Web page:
Last week, Tom 'Smitty' Smith of Public Citizen met with local environmental organizers at the Dallas Clean Air meetup to discuss several issues, including the outcome of the Sunset hearings for Texas Commission for Environmental Quality (TCEQ) and the Texas Railroad Commission. Every state agency must go through a Sunset review where it's practices are evaluated and the agency may or may not be permitted to continue.
What do these agencies do?
TCEQ exists to protect the public by regulating industry and other activities that impact our environment and public health. TCEQ is supposed to issue or deny permits to limit pollution and enforce state and federal anti-pollution laws. As the state environmental agency, TCEQ is expected to be protective of public health and the natural environment, and to proect the interests of indivduals and communities who could be impacted by pollution. In all of its activities, TCEQ is required to seek input from the public.
The Railroad Commission has primary regulatory jurisdiction over oil and natural gas industry, pipeline transporters, natural gas and hazardous liquid pipeline industry, natural gas utilities, the LP-gas industry, and coal & uranium surface mining operations. It is responsible for research & education to promote the use of LP-gas as an alternative fuel.
Smitty has provided the update below.
The TCEQ Review
The good news is that much of the bulk of the Sunset Staff Report was adopted. This includes:
- improvements in compliance history
- increasing the caps in penalties so that companies that break the law get hit harder
- adopting its enforcement guidance as actual rules so everyone know how enforcement works
- improving the Petroleum Storage Tank program
- clarifying the mechanism to fund the Texas Low Level Radioactive Waste Disposal Compact Commission so they can do their job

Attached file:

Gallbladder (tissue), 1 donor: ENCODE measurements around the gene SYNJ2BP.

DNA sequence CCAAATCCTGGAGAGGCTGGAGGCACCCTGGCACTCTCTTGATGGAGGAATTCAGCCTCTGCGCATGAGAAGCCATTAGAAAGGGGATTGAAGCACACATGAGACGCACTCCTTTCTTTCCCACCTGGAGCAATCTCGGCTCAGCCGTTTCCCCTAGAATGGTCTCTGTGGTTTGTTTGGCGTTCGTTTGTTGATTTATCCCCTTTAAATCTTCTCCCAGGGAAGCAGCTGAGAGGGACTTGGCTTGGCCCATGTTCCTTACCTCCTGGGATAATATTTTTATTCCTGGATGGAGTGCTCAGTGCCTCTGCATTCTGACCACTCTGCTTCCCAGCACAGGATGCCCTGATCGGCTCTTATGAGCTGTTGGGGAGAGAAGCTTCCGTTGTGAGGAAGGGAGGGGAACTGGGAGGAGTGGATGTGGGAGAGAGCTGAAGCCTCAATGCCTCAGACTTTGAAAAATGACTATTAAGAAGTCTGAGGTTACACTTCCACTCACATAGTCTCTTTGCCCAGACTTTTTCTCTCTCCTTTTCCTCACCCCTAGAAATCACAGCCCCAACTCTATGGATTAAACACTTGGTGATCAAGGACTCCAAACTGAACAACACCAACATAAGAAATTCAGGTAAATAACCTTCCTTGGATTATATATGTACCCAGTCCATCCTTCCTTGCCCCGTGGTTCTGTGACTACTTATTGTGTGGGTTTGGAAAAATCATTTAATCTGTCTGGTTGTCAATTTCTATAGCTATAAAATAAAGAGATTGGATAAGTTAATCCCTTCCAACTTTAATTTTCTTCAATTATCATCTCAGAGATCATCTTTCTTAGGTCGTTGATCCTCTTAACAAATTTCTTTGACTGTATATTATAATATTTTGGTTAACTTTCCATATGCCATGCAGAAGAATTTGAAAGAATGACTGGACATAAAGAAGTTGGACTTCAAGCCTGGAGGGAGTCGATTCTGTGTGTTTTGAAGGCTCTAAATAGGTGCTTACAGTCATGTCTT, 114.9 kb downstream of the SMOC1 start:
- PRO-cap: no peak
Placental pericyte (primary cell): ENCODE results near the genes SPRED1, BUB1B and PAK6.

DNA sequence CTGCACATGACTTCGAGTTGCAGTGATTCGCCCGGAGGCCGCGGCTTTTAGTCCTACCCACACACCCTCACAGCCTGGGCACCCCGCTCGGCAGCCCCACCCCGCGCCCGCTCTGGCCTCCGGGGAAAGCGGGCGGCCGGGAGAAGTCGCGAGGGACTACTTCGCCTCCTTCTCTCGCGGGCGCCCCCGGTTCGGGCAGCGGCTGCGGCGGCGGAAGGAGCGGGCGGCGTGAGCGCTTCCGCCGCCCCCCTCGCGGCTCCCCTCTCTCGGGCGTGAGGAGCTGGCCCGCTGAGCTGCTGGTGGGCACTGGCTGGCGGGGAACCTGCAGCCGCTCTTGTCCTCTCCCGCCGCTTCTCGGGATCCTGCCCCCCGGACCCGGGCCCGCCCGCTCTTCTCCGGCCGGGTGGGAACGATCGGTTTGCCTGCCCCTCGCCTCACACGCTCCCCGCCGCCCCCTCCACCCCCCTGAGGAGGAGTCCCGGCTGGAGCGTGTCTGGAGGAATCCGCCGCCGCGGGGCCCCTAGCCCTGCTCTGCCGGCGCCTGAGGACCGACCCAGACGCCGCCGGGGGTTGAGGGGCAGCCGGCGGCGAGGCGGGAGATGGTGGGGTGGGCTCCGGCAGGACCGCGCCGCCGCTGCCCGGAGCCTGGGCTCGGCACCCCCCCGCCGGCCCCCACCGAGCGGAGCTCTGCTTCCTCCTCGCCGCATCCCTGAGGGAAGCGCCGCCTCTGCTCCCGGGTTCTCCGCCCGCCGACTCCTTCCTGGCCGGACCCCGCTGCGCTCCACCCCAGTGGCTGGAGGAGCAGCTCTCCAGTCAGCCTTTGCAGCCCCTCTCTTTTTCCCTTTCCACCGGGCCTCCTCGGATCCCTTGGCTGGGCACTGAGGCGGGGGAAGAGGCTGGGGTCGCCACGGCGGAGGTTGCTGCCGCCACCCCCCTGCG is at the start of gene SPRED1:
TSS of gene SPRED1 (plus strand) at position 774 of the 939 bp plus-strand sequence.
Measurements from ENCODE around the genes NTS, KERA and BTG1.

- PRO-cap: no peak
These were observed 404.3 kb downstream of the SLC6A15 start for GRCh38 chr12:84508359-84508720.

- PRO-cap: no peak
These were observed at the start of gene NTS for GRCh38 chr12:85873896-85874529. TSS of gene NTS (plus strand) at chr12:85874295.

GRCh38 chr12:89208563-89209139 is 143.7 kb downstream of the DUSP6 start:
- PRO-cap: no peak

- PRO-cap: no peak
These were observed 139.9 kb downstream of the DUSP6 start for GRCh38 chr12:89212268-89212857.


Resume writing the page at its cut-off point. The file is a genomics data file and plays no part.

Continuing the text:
All of that represents slight improvements for TCEQ but there is bad news as well.
They took no action to improve OPIC - the Office of Public Interest Counsel - by either strengthening it or removing it completely to the Office of Public Utility Counsel as many had recommended.
They failed to authorize allowing the TCEQ to move the current cap on emissions fees so the agency would have adequate resources.
The Texas Railroad Commission Review
One outcome was that the commission is now called The Texas Oil and Gas Commission. Some good news:
- Enforcement and gas rate hearing cases will go to the more independent State Office of Administrative Hearings (SOAH).
- There will not be three elected Commissioners, but only one statewide elected official, who will only be able to collect money from contirbutors around election time and if he wants to run for the US Senate? Under the new approved recommendations, he would have to resign to run.
The bad news is:
- The Railroad Commission will still be deciding on rate cases for gas utlities and not the Public Utility Commission. Despite indicating he would, Senator Hegar never introduced an amendment to transfer uranium exploratory mining over to TCEQ where it should be.
- Despite the disaster that has been the Barnet Shale, not even a greal discussion of additional regulartory tools to clamp down on unfettered oil and gas development. Like what you ask? Well we don't even have regulations on fracking fluids pipelines or air emission guidance on the completion of wells or refracking of wells. Some basic steps that could have been taken.